Welcome to Painted Hand Farm

Painted Hand Farm is a 20 acre Civil War era farm located in Cumberland county, Pennsylvania. We raise meat goats, veal calves, turkeys and organic vegetables using humane and sustainable agricultural practices.

Search This Blog

Friday, October 26, 2007

The Learning Curve

While hand-milking a few goats is no big deal, I knew I'd require a little mechanical help when it came to a dairy animal with an udder the size of New Hampshire. A few years ago, my neighbor had given me an old Babson Surge Milking System, complete with vacuum pump and portable bucket. However, since he had milked his goats, too, with the bucket, the unit had been modified for two teats instead of four. At first, I thought I could get away with just doing the front quarter and then the hind quarter, but after cruising on eBay for a few weeks I came across a really nice unit at a reasonable price.

Another reason I was anxious to get the Surge Milker going was to further alleviate my chances of getting the snot kicked out of me. Trust me, you just don't go and start tweaking teats on a first time freshener without any argument. And goats don't kick no where as hard as cows do.

The first day of trying to milk Emma was frustrating for the both of us. She managed to knock off my glasses with her tail. By the time I was done, I had more milk on my clothing than in the bucket.

The Second Day
Realizing that Melanie, Ralph or Jessica won't always be around to help, I decided to tackle milking single-handedly. Getting a better idea for what's going on, Emma was much more agreeable today. Her calf had been nursing regularly and she knew what that giant thing between her hind legs was for now. Plus, to help reduce the swelling, I was also rubbing her swollen bag regularly with "Udder Comfort", a natural cream that contains Peppermint Oil, Tea Tree Oil, Menthol & Lanolin. I can't believe I paid more for cream to rub on my cow's udder than for something I'd put on my own face!
Every few hours, I'd go out and milk Emma. She would start off agitated, but when I whipped out the cream, she'd relax. We always ended on a good note, and by the afternoon she would just stand there without even being tied.

So by late afternoon, I was ready to fire up the Surge Milker. Everything was cleaned & sanitized. All I would have to do is hook up the regulator to the vacuum compressor, adjust the inflation rate and try to convince Emma that the alien contraption I was about to attach to her udder would not kill her. But when I went to plug in the compressor, I couldn't find the cord. Upon further inspection, I couldn't find the motor! And then it hit me. We had taken the motor off the compressor earlier this summer to use on the hay elevator.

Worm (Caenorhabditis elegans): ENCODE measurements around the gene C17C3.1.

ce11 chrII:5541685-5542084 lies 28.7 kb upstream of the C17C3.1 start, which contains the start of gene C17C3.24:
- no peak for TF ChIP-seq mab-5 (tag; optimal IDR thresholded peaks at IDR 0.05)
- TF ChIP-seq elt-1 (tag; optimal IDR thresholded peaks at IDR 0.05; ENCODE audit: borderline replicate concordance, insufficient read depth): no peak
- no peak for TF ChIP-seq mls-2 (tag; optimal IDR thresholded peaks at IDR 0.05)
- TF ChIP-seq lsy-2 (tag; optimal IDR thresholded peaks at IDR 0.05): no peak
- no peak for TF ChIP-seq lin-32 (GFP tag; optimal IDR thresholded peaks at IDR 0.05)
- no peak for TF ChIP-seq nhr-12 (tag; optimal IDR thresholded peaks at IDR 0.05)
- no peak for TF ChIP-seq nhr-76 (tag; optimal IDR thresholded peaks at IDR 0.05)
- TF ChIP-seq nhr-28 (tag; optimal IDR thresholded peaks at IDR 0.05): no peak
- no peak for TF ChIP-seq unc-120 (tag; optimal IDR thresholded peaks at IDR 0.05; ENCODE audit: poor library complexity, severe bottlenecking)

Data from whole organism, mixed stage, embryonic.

So I'll be hand-milking until I can get to Tractor Supply and get a new motor. We've decided to dam-raise the calf so I really only have to milk out the right quarters since the calf prefers the left side and has been draining them herself.

Freaking Out
Around three-three thirty, the milk turned a strange color. It was watery and brown. Jessica said it looked like iced-coffee. Frantic, I called Melanie who was in Philadelphia with the Pennsylvania Farmstead & Artisan Cheese Alliance visiting White Dog Cafe, Reading Terminal Market and meeting with Jeffrey Roberts, author of Atlas of American Artisan Cheese, at DiBruno Brothers. It was a trip that I was supposed to be on, but with the calf's arrival, I knew there was no way I could swing it.

"Don't worry. It's just capillary bleeding and it's colostrum," she assured me. I'd seen plenty of colostrum, but never anything this dark. Maybe it's true that brown cows give brown milk.
Regular Raw Milk, Yesterday's Colostrum, Day Two Colostrum

While cleaning out the horse's stall next to the cow's stall, Emma laid down and took a nap, but when it was time to clean out her stall, she refused to get up. Panic-stricken, I called Melanie's mom, Susan, who has been milking for 30 years and is a walking encyclopedia about cows. If Emma wouldn't get up, she suggested calling the vet.

Twenty minutes later, Dr. Trent and his darling daughter arrived. The moment he pulled in, Emma stood up and began eating. "There's nothing wrong with her," he assured me. Her ears were warm, her heart rate and breathing normal. I showed him her milk. "That's colostrum from a Jersey. Don't you know that brown cows give brown milk?" I love my vet. He's got a great sense of humor.

1 comment: